By John Borghi Last week, I released the first official episode of Bold Signals- a podcast where I attempt to capture the human side of science. In each episode, I interview either a scientist about the lived experience of doing science or a non-scientist about how they experience science in their everyday life. If this sounds interesting, you can stream the podcast on SoundCloud or download it through iTunes. A new episode will come out every Wednesday this summer, with a second season starting sometime in the Fall. I started the podcast because I wanted to reveal the struggles and frustrations that exist between the lines of the results and discussion sections of scientific articles. But, even in the short time I've been working on Bold Signals, I've learned a whole lot about how science is produced, applied, and communicated. Here are the bullet points: 1. Making a podcast isn’t so difficult (except when it is) On some level, recording a podcast is as simple as plugging in some microphones and talking with some neat people for about an hour. Before I conducted the first interview, I spent a long time researching recording equipment, editing software, and hosting options. I interrogated experienced
by Rupa R. Ram and Paul Dominic B. Olinares There are many global challenges that have a foundation in science and technology including climate change, resource scarcity, infectious diseases, and international instability from nations in conflict. The role of scientists in resolving these challenges is not always clear. Science diplomacy (SD) is the conversation at the intersection of science and policy, where scientists, engineers, and policy makers come together to navigate the sometimes muddy geopolitical waters that hinder finding solutions to the issues at hand. According to New Frontiers in Science Diplomacy, a report published by the Royal Society in 2010, science diplomacy has three dimensions: 1. “Science in Diplomacy” to form foreign policy objectives, 2. “Diplomacy for Science,” which facilitates international scientific cooperation including between nations in conflict with the hope of improving political relations. These lead to 3. “Science for Diplomacy,” which builds on the generally highly regarded reputation of scientists in society as objective and unbiased to bypass political issues and build consensus towards problem solving. Despite its trendy name, SD has been practiced for decades. A prominent and ongoing example is the International Pugwash Conferences on Science and World Affairs, which received the Nobel Peace Prize in 1995. Pugwash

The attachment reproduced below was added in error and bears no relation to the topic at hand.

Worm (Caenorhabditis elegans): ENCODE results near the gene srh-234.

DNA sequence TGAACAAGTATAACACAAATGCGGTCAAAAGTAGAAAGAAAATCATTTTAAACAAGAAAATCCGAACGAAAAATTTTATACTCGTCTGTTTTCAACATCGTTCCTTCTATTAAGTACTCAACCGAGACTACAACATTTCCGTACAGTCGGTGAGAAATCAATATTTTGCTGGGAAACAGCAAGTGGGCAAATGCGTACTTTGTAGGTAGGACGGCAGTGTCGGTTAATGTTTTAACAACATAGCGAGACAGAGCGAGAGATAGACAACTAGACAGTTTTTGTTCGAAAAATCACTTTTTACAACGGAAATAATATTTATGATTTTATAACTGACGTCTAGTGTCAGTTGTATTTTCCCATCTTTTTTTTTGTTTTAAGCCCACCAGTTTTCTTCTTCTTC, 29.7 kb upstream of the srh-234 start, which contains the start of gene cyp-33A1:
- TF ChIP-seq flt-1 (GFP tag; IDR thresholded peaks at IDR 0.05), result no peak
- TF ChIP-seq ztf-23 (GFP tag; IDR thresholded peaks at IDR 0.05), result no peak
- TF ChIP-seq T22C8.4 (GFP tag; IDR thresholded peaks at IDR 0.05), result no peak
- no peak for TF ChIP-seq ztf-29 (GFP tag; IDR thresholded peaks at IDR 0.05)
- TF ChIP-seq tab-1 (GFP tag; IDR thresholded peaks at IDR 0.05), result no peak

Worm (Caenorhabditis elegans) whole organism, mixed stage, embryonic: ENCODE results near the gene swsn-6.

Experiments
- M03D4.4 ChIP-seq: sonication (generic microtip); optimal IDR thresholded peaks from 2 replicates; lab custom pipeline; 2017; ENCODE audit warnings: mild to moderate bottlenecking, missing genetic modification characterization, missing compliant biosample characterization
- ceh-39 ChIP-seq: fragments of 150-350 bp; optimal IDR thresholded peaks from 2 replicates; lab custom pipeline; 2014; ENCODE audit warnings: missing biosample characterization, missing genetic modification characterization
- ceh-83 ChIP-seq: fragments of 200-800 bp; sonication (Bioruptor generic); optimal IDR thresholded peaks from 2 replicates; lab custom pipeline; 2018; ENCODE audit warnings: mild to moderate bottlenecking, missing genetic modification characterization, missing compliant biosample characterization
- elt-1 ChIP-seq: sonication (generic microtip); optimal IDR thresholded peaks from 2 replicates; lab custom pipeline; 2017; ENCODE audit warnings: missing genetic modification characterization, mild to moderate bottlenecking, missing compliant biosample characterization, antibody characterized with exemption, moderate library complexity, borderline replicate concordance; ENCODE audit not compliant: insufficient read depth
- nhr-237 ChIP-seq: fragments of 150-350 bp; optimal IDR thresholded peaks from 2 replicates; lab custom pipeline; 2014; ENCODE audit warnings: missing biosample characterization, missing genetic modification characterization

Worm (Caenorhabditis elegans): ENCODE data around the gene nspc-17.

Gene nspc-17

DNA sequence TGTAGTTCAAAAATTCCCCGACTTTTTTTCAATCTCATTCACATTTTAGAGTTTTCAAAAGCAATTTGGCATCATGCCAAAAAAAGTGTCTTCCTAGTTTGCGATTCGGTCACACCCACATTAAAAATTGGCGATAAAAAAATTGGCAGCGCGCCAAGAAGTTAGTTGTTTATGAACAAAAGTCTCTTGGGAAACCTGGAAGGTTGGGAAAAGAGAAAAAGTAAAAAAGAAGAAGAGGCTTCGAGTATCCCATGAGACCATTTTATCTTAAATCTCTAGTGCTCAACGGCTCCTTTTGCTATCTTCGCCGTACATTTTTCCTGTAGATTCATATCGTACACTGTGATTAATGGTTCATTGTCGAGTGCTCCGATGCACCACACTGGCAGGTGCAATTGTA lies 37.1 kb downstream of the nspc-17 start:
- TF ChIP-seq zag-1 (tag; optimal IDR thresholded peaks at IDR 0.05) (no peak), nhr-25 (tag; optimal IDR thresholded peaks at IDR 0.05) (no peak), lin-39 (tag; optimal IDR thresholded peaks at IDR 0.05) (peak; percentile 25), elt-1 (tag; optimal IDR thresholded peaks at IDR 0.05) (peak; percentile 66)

By Ilaria Ceglia Occasionally here at The Incubator, we like review an empirical article from the scientific literature that is openly accessible to all of our readers. This post reviews the following article: Jaddoe, V. W., de Jonge, L. L., Hofman, A., Franco, O. H., Steegers, E. A., & Gaillard, R. (2014). First trimester fetal growth restriction and cardiovascular risk factors in school age children: population based cohort study. BMJ: British Medical Journal, 348. The first trimester of pregnancy is critical for the development of fetal cardiovascular and metabolic organs including the heart, and may also permanently affect their structure and function throughout childhood and adulthood. However, despite a large amount of research, questions remain regarding the link between early fetal life and later development of cardiac risk factors. Fetal Crown-to-Rump Length Vincent Jaddoe and colleagues conducted a nested prospective cohort study that included 1,184 children, followed from just after conception to age six. Crown-to-rump length (a common way to measure the size of a fetus, equal to the length from the top of the head to the bottom of the buttocks) was used as a first trimester growth outcome measure in all children whose mothers had a known